Kimi, Edinburgh, Scotland

Yes. The people of the UK should be allowed to vote on the EU constitution. Then we can bury it, once and for all.
Neil, Hull,

The Eurocrats will have to eventually listen to their electorate
John Francis, Worthing, UK
We should have the referendum and as we are trying to promote or force democracy around the world, perhaps when more nations democratically vote NO to the treaty, the Eurocrats will have to eventually listen to their electorate.
John Francis, Worthing, UK

What price for democracy when the politicians ignore the referendum results anyway? I'd love to have the chance to vote on this but fear any opposition is given little or no recognition.
Jools, Edinburgh, UK

By all means have a referendum here, as long as either the EU or the Conservative party foot the bill. I'm not paying for it!
Steve, Bristol, UK

Let us have our say. That way there is no way they'll be able to squeeze through bits and pieces of the constitution, and hopefully will result in the 'new' EU idea folding and the union going back to the trading bloc that it was intended to be.
Ed Mee, St. Albans

The more countries that vote no, the more Europe will understand that we do not want more needless red tape.
Paul Collier, London UK

France and Holland stabbed the constitution in the back
Al, W'Ton, UK
France and Holland stabbed the constitution in the back. Whatever the UK does it will be blamed like the innocent sucker who picks up the knife after the murder.
Al, W'Ton, UK

If the treaty is in fact dead, what would be the point of wasting 100m on running a referendum? The answer would be 'no' anyway.
Mikey, Spalding, UK

Our politicians should go back to school and be re-educated on one basic point. They are elected to represent the views of the people. To me, those views are clear - i) No European constitution, ii) no expansion, iii) no single currency, iv) no government from Brussels etc, etc. The unelected EU leaders are trying to railroad us into an American model - and I'm pleased that many people are now waking up to the fact that corporate global greed is not the way to win the hearts of the up to now, silent majority.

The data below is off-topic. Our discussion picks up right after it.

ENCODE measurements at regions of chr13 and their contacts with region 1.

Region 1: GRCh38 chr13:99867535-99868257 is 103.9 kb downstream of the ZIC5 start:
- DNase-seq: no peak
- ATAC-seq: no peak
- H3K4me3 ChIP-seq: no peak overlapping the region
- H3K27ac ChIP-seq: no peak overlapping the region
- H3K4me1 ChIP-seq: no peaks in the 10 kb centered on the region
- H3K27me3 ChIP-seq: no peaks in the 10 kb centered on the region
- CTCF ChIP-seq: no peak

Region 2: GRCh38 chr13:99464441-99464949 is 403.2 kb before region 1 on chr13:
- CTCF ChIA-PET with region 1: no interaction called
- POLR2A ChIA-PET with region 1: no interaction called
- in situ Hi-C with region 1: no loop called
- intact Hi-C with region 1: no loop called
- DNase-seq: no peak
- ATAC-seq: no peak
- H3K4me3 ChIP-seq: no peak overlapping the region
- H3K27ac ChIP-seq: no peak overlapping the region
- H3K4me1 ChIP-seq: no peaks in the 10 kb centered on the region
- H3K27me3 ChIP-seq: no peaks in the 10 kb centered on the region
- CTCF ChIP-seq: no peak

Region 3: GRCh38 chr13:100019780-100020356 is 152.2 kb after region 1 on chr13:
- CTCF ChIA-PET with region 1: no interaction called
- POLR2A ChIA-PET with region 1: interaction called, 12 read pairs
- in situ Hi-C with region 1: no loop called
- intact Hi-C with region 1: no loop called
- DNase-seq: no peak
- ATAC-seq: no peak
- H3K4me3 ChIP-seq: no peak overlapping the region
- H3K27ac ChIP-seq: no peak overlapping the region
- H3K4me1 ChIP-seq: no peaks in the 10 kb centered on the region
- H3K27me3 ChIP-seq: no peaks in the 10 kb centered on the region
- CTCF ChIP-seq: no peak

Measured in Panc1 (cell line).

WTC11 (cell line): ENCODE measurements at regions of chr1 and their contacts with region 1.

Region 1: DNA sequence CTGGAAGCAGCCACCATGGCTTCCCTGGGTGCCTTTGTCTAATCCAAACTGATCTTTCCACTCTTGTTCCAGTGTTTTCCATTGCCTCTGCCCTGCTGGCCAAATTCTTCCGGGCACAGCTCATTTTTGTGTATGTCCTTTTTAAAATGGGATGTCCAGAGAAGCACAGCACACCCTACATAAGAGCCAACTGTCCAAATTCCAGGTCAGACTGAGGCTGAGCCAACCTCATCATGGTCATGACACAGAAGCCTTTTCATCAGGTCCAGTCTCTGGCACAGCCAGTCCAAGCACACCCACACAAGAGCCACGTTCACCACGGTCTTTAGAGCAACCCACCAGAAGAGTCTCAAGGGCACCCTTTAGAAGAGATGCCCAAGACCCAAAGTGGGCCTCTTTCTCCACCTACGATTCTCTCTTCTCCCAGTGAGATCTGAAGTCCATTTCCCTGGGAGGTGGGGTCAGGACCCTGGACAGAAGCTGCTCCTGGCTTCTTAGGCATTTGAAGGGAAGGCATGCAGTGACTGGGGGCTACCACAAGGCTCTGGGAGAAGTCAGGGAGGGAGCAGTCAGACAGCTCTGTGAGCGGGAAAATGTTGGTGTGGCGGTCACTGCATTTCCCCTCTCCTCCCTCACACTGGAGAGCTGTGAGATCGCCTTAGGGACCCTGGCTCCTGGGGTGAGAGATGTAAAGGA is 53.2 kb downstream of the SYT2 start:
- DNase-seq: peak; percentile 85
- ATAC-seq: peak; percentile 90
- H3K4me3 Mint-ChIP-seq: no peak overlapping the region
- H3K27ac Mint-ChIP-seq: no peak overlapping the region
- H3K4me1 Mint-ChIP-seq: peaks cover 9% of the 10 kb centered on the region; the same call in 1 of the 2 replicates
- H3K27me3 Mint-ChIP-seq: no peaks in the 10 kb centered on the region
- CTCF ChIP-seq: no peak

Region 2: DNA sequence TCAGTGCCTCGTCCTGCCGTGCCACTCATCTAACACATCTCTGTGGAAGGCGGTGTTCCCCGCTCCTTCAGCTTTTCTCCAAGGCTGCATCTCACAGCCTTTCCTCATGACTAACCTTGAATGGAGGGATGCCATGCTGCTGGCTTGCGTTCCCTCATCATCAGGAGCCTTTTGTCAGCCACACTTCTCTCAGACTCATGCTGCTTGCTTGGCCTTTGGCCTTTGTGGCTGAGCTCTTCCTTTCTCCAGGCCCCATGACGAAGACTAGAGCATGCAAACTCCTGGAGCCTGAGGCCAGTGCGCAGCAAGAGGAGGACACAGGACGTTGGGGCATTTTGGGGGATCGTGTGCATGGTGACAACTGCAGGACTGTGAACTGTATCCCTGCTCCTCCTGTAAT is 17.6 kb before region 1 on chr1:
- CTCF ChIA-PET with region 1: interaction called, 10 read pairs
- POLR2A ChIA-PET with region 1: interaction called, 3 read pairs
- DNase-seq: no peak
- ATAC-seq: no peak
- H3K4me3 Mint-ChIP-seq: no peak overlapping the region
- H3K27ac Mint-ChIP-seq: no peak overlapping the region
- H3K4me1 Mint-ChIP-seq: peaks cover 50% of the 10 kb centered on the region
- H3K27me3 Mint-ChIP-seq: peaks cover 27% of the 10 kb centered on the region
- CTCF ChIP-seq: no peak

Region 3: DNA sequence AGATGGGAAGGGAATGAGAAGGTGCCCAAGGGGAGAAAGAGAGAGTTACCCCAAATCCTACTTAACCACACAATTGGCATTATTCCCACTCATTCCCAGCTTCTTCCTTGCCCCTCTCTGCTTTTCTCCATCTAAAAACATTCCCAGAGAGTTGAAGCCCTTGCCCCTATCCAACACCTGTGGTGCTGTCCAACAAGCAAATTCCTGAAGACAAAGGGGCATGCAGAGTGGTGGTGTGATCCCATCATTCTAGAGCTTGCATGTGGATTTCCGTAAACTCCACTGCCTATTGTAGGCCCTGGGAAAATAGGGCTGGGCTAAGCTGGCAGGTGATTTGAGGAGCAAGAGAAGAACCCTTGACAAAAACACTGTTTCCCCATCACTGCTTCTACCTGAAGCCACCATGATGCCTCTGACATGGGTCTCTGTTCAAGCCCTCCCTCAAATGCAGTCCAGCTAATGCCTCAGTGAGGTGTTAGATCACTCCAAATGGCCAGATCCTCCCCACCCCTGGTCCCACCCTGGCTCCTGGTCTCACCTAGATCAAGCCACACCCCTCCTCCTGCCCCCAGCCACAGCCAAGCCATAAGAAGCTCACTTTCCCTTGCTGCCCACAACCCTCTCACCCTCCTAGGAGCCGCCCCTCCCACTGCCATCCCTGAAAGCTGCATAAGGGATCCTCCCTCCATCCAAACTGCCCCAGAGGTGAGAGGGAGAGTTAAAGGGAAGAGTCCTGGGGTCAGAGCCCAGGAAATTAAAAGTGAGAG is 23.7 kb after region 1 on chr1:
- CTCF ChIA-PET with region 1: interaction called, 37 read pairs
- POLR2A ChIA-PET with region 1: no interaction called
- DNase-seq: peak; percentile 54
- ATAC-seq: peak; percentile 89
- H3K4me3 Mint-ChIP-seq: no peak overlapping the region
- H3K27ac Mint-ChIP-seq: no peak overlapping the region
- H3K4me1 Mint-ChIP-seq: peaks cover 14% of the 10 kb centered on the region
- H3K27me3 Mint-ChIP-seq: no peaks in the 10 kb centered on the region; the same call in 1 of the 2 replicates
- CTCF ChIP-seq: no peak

TOG, Up North, UK

A referendum on the constitution would at least be a chance for us to have some kind of a say
Dick, Wales
Even if the constitution is effectively dead, we should still have the chance to give our view. I voted to stay in the Common Market in 1975, and I would vote to get out of the EU now. Where is my chance to tell my elected representatives this? A referendum on the constitution would at least be a chance for us to have some kind of a say. Or don't ordinary voters count any more?
Dick, Wales, UK

Probably no point having a vote. The people who want a vote mainly want to embarrass the government which is fine providing they raise the funds, otherwise the taxpayer will have to fund it.
Roger, UK

No. We should have a referendum on whether we wish to be part of a European Super State, a common market or neither of the these.
Angus, Huntingdon, England

Britons must not be denied their right to vote on the EU constitution. The French and Dutch people have their say which indicates that the EU constitution may need to be reformed in a way that makes it flexible to suit all the EU member states. Let us see if British people agree with the EU constitution.
M Salhab, London, UK

Although it is politically dead I think we should have a referendum because we would get a proper debate and therefore a better understanding of the treaty, and perhaps with more no votes the Eurocrats might finally get the message and actually start listening to the people of Europe which they are supposed to serve, not dictate to.
Oliver Spencer, Worthing, UK

Ratification should continue, if only to ensure that all countries are able to express their views. France and the Netherlands have provided a clearer sense of where the EU might be headed, but this is not necessarily what other countries desire, and their beliefs also need to be taken into account.
Dorothy Rothschild, Fife, Scotland